In September 2014, it was announced that Lee and Buck would co-direct a short film featuring the Frozen characters called Frozen Fever. It was released in March 2015.[17] Lee was one of several Disney writers and directors who received credit for "Creative Leadership" on the 2014 film Big Hero 6 and the 2016 film Moana, and received screen credit as one of the writers who developed the story for the 2016 film Zootopia.[18][19][20]

In August 2014, Variety reported that Lee's next project after Frozen would be an adaptation of Madeleine L'Engle's 1962 novel A Wrinkle in Time.[21][22] After the news broke, Lee tweeted: "Been in love with the book for over 30 years. Writing this script means the world to me."[23] Catherine Hand, the executive producer of the 2003 television film version, and Jim Whitaker produced for Disney,[21] and Ava DuVernay directed the film, based on Lee's script. A Wrinkle in Time was released in March 2018.[24][25]

On March 12, 2015, Disney announced that Lee and Buck would co-direct a full length sequel to Frozen.[26]

In June 2018, Lee was named the chief creative officer of Walt Disney Animation Studios, following John Lasseter's exit from Disney.[27]

Personal life[edit]

Lee married Robert Joseph Monn[28] on May 30, 1999, at the Rhode Island Country Club[29] (they later divorced).[6] They have a daughter Agatha Lee Monn[30] (born in 2003),[3][5] who voices pre-teen Anna for the middle verse of "Do You Want to Build a Snowman?" in Frozen.[28] Lee and her daughter now live in the San Fernando Valley in California.[5]


Year Film Credited as Notes
Director Producer Writer Others
2004 A Thousand Words No Yes No No Short film
Also Assistant Director
2012 Wreck-It Ralph No No Screenplay by No with Phil Johnston
2013 Frozen Yes No Yes Yes Co-director with Chris Buck
Voice of Queen of Arendelle
Story co-written with Chris Buck and Shane Morris
2014 Big Hero 6 No No No Yes Creative leadership
2015 Frozen Fever Yes No Story by No Short film
Co-director with Chris Buck
Story co-written with Chris Buck and Marc E. Smith
2016 Zootopia No No Story by Yes Creative leadership
Moana No No No Yes
2018 A Wrinkle in Time No No Yes No Co-writer with Jeff Stockwell
Ralph Breaks the Internet No Executive No Yes Studio leadership
2019 Frozen II Yes No Yes Yes Co-director with Chris Buck[31]
Story co-written with Chris Buck, Marc E. Smith, Kristen Anderson-Lopez, and Robert Lopez[32]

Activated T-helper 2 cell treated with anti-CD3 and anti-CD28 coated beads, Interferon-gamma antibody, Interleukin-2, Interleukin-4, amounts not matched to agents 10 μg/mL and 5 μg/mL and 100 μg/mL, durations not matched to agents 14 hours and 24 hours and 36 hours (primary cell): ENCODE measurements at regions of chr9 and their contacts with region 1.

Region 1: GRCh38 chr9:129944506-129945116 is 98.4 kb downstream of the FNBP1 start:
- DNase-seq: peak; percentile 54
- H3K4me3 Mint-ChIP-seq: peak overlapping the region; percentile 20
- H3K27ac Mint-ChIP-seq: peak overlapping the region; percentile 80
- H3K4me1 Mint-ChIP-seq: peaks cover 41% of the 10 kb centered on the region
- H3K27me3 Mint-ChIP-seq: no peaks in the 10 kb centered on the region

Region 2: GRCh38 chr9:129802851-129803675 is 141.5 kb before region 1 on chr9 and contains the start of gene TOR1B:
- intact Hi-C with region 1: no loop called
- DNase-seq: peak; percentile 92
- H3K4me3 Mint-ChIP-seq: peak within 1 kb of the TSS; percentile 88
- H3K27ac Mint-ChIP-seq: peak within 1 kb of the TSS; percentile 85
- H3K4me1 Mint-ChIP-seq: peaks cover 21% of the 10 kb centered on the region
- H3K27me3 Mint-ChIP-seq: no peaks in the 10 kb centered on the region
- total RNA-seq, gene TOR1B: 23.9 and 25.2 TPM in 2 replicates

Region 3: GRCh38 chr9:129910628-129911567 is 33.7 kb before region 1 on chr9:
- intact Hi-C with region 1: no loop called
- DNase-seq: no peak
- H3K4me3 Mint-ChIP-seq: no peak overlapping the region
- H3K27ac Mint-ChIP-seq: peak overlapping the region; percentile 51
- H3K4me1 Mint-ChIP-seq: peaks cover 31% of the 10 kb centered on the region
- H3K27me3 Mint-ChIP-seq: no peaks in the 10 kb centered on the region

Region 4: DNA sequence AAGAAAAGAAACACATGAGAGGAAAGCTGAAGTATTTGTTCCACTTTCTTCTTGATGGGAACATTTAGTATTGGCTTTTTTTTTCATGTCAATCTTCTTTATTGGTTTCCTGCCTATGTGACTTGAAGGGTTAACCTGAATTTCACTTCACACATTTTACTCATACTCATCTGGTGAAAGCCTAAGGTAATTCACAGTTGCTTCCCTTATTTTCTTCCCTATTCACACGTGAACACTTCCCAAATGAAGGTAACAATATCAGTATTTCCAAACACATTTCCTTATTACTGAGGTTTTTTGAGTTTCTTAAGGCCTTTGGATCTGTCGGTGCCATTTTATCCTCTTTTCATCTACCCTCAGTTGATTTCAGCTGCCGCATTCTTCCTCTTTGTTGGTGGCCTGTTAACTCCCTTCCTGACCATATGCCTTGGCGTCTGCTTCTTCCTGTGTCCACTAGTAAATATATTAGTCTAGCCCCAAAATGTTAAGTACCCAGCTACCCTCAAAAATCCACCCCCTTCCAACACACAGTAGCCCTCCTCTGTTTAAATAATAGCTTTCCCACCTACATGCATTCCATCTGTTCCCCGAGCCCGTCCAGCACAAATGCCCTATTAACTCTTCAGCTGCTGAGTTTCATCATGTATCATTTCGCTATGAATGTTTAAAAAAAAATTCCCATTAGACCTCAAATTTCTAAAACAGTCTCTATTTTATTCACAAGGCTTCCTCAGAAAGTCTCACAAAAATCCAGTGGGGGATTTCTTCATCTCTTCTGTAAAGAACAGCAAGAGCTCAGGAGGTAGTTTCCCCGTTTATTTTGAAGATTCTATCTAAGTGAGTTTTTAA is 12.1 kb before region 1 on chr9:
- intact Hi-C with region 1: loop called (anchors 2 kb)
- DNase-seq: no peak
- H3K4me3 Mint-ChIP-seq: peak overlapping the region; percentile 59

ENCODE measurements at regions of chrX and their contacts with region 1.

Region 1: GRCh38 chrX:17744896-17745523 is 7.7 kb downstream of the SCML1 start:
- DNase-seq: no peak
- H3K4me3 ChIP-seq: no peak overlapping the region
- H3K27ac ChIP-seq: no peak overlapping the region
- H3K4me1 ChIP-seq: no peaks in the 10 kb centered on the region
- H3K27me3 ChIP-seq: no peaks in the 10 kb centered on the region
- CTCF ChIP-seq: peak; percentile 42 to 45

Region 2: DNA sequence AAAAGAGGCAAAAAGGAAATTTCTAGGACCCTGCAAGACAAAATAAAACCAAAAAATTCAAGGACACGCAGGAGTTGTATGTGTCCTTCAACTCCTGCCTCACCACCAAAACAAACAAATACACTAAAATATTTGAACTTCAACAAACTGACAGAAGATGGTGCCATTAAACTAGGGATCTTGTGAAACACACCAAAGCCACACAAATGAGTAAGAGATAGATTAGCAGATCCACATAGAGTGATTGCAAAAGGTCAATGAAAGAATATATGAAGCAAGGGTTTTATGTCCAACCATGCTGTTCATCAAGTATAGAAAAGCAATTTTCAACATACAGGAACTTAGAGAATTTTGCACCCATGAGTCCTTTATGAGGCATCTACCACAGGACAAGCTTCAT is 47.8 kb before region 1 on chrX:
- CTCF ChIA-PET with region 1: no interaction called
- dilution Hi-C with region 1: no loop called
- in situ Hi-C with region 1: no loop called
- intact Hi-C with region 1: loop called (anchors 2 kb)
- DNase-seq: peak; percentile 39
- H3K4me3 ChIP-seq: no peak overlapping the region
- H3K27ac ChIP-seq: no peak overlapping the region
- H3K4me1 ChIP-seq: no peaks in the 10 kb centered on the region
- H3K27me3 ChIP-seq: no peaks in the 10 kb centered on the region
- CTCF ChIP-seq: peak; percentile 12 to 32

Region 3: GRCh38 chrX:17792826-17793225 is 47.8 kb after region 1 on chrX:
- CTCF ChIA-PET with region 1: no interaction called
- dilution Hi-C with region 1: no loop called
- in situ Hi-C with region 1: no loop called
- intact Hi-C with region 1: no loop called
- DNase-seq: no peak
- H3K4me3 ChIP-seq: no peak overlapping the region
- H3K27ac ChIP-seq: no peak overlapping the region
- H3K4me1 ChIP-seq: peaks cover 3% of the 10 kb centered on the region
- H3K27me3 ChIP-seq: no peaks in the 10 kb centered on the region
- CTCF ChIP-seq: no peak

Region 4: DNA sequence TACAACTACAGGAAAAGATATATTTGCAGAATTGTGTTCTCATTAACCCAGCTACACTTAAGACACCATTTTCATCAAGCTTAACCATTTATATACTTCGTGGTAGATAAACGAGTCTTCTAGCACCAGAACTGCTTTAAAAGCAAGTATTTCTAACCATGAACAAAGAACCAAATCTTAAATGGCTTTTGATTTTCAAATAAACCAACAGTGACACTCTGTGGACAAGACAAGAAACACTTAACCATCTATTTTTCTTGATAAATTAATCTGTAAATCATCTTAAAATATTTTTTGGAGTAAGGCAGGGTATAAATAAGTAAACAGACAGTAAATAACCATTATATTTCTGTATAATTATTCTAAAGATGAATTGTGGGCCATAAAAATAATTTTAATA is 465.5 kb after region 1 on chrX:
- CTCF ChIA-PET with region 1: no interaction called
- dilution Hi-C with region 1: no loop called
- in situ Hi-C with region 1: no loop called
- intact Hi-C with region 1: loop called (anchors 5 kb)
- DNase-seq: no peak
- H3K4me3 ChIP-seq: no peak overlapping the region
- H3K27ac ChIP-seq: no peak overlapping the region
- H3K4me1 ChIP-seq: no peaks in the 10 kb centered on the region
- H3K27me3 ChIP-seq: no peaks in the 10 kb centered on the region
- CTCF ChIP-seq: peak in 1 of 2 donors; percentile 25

Studio leadership
Creative leadership
2020 Raya and the Last Dragon[33] No Executive No No


  1. ^ Amidi, Amid (April 26, 2012). "Chronicle Books Is Releasing A Ton Of Cartoon Titles This Fall". Cartoon Brew. Retrieved January 5, 2014.
  2. ^ a b Perry, Valerie A. (January 21, 1995). "Legal Notices (Probate Court of the City of East Providence)". Providence Journal. The Providence Journal Company. p. B-14. This article lists various matters noticed for hearing before the probate court, of which the relevant one is as follows: "REBECCHI, JENNIFER MICHELLE, estate - Change of name to Jennifer Michelle Lee; for hearing January 24, 1995." Available via ProQuest NewsStand.
  3. ^ a b c Kit, Borys (December 18, 2013). "'Frozen' Director Wants to Break a Sci-Fi Blockbuster Barrier". The Hollywood Reporter. Retrieved December 31, 2013. Lee, 42, is the first woman in the studio's history to act as a director on one of its animated features (she co-directed with Chris Buck).
  4. ^ Flores, Terry (June 10, 2014). "'Frozen's' Jennifer Lee Melts Glass Ceilings". Variety. Variety Media LLC. Retrieved June 16, 2014.
  5. ^ a b c d e f g h i j Stewart, Jill (May 15, 2013). "Jennifer Lee: Disney's New Animation Queen". LA Weekly. Retrieved November 8, 2019. Raised in East Providence, R.I., Lee, 41, was a flute-playing band nerd who "became a cheerleader — a nerd cheerleader."
  6. ^ a b c d e f Flynn, Sean (February 17, 2014). "Is it her time to shine?". The Newport Daily News. Retrieved April 3, 2014.
  7. ^ Wolfe, Jennifer (November 29, 2012). "Disney Names Jennifer Lee Director Of 'Frozen'". Animation World Network. Retrieved January 5, 2014.